March 25: Luke 9:43-45

Following close after the Transfiguration scene in Luke’s account (Lk 9:28-36, cf. the prior note), we find the second of the three Passion predictions by Jesus (Lk 9:43b-45). These three prophecies are fixed in the Synoptic tradition, being found in all three Gospels. The parallel versions of the second prediction are in Mark 9:30-32 and Matt 17:22-23. In Mark, these pronouncements by Jesus of his impending suffering, death and resurrection, punctuate the narrative fairly evenly (Mk 8:31ff; 9:30-32; 10:32-34); Luke, on the other hand, includes a considerable amount of material between the second and third prediction (Lk 18:31-34). I examined the first prediction (Lk 9:21-23) in a previous note.

Luke 9:43-45

“And as they all (were) wondering upon all the (thing)s which he was doing, he said toward his learners [i.e. his disciples]:
‘You must set/place these sayings into your ears: for the Son of Man is about to be given along into the hands of men‘ (Lk 9:43b-44)

The verb paradi/dwmi literally means “give along”, or, specifically, “give over”—i.e., hand over, deliver—and can be used in a positive, neutral, or negative sense. The latter is meant here; in the context of the Passion narrative, this refers to the betrayal and arrest of Jesus. Interestingly, Luke’s version of this saying refers only to the arrest/betrayal, while in Mark/Matthew the entire Passion is summarized (as in the first prediction):

Mark 9:31—”The Son of Man is being given along into the hands of men, and they will kill him off, and being killed off, with [i.e. after] three days he will stand up [i.e. rise] (again).”
Matt 17:22b-23—”The Son of Man is about to be given along into the hands of men, and they will kill him off, and on the third day he will be raised (up).”

It would appear that Luke has retained only the first part of the saying. In several ways, the author has enhanced the dramatic impact:

    • Jesus introduces the saying with a solemn instruction: “you must set/place these words/sayings into your ears”. In English idiom, we might say something like “let these words really sink in”. It is possible that this instruction is related to other sayings and teachings, but only the prediction of verse 44 is presented here in the narrative.
    • By retaining only the first part of the Synoptic saying, it results in an extremely terse and enigmatic announcement, which creates a sense of menace and foreboding, since it is not stated what the “men” will do to him.
    • The reaction by the disciples (v. 45) has also been expanded (cf. Mark 9:32), emphasizing their confusion and lack of understanding (and the reason for it).

It is worth considering this last point in a bit more detail, by examining the structure and syntax of verse 45:

    • “but they did not know [i.e. understand] this utterance”
      • “and [kai\] it was covered over [i.e. hidden] from them…”
        —”…(so) that [i%na] they should not perceive it”
      • “and [kai\] they feared to ask him about this utterance”

This may also be arranged as a chiasm:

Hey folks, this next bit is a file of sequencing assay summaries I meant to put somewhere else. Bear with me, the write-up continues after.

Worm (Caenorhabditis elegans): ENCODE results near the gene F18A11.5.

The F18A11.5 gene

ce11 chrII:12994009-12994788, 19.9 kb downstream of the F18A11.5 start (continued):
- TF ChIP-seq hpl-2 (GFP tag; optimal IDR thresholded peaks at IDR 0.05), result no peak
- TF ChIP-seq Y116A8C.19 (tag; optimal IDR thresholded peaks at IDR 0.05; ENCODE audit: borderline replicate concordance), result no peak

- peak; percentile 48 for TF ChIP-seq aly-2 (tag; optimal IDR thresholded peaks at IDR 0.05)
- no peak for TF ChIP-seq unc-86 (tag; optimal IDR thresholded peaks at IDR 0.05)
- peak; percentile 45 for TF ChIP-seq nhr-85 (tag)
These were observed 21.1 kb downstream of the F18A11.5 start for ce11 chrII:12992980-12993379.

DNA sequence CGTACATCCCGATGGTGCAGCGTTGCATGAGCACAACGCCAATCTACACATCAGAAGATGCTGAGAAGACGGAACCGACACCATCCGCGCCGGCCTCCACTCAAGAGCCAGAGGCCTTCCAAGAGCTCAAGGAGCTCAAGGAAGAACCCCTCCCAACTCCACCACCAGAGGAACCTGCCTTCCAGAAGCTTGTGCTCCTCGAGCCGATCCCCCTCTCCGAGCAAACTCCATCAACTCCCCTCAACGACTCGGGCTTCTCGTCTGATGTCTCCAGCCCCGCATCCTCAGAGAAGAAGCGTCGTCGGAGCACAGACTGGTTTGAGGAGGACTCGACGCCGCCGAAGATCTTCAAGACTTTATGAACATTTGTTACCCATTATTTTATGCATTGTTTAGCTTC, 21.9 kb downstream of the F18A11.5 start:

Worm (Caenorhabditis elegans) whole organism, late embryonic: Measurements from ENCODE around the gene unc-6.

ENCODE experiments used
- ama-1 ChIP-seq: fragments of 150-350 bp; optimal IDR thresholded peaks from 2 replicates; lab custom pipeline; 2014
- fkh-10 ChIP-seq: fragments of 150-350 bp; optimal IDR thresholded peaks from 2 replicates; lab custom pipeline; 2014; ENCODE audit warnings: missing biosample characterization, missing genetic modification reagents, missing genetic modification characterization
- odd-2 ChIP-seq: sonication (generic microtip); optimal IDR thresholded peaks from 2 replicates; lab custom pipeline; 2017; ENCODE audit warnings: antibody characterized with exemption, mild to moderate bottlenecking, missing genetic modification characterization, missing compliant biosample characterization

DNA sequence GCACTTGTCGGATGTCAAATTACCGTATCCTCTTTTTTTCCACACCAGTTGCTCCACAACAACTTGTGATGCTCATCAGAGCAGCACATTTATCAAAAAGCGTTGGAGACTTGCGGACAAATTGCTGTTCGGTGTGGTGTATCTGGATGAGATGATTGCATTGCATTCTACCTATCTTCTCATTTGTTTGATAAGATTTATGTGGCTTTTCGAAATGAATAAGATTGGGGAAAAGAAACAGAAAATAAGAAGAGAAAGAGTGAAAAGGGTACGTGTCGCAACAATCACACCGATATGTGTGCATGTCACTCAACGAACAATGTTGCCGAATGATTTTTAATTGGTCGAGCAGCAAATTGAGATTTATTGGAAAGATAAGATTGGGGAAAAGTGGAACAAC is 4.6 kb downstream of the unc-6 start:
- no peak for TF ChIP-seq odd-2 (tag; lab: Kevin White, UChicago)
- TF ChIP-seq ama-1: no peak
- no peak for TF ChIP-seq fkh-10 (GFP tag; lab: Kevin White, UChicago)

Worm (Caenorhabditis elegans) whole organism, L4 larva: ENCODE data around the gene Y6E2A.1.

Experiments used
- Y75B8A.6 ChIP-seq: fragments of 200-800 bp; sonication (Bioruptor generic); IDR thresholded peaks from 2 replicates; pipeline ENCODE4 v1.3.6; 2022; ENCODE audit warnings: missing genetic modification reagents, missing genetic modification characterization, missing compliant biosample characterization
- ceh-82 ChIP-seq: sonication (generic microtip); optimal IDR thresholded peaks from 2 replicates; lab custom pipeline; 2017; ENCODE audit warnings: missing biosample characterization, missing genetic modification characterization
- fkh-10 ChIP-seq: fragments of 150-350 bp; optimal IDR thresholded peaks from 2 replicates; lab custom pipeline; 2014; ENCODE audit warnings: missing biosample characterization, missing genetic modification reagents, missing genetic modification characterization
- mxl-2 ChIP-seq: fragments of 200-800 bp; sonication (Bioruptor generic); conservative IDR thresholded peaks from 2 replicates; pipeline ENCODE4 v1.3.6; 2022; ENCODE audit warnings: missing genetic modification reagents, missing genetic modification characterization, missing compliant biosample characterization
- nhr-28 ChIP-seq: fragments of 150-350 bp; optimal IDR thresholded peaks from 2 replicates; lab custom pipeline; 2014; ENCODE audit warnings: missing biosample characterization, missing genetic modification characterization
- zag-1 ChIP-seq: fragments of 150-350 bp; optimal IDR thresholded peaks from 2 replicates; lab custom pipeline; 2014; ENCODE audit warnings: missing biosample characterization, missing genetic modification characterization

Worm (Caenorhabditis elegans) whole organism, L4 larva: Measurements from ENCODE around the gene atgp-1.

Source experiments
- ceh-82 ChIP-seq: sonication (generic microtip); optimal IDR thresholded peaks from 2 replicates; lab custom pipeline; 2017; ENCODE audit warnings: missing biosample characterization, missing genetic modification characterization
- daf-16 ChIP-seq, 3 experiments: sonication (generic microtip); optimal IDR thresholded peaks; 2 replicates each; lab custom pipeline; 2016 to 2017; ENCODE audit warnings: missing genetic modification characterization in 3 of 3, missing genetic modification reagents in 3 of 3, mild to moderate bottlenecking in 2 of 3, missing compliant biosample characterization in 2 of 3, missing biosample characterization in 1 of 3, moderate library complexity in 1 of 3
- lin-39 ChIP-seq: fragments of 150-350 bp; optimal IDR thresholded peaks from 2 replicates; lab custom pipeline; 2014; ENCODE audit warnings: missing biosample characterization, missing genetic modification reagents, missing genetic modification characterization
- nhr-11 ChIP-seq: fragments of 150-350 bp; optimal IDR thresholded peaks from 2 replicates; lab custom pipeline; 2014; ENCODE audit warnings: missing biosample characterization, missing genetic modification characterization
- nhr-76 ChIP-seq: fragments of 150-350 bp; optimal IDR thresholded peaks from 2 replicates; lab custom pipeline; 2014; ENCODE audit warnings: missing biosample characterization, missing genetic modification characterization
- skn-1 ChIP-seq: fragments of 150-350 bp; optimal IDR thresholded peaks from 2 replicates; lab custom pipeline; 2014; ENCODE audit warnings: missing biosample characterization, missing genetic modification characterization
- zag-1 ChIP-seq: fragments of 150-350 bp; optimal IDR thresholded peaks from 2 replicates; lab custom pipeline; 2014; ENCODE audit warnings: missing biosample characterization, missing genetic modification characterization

• did not know this utterance
      —it was covered over from them
      —they feared to ask him about (it)
    • about this utterance

The significance of this sentence hinges on the central, inner sub-clause: “that they should not perceive it”. The exact force of the connective particle i%na is uncertain; there are two main possibilities:

(a) it was covered over… and so (as a result) they could not perceive it
(b) it was covered over…so that they would not (be able) to perceive it

The second interpretation expresses purpose, and would certainly mark the passive form of the prior verb as a theological passive—i.e., it was hidden from them by God. The precise syntax here is almost impossible to render literally in English: an imperfect (h@n “it was [being]”) + perfect passive participle (parakekalumme/non “having been covered over”). In English we might say “it was being covered over” or “it had been covered over”, but we cannot really combine them—i.e., it had been covered over by God, and was now being covered over for the disciples in their experience. The idea that God and/or Christ would want to keep the truth hidden, or from being properly understood, may be troublesome to Christians, but it is very much present throughout the Gospel tradition (cf. Mark 4:11-12 par [citing Isa 6:9-10]), especially with regard to the so-called “Messianic secret” (Mark 3:12; 5:43; 7:36; 8:30; 9:9 pars). It was not until after the resurrection that Jesus’ disciples were to understand just who he was and what many of his sayings truly meant (John 2:22, etc).

The second Passion prediction, like the first, is a saying involving the expression “Son of Man”. There is little here to add in relation to the first saying, other than to point out that the specific emphasis on the betrayal/arrest of Jesus enhances the idea of suffering—that the Son of Man should suffer. This may be meant to draw a contrast with the previous glory of the Transfiguration scene, just as the first Passion prediction could be contrasted with Peter’s confession of Jesus as “the Anointed (One)”. That the ‘Messiah’ should be given over to suffer and die would certainly be startling and difficult to understand. In this regard, note how Luke’s shortened version of the saying creates a striking (poetic) parallel:

    • the son of man (o( ui(o\$ tou= a)nqrw/pou)
      —to be given over
      —into the hands of
    • men (a&nqrwpoi)

Earlier, I had pointed out that the main use of “son of man” in the Old Testament (Hebrew <d*a* /b#), was as a (poetic) synonym for “man” (<d*a*), as a way to express the nature and character of humankind, a human being, particularly with respect to mortality. Here we find a reverse parallel (“son of man… man”) which specifically emphasizes the suffering and death of Jesus.

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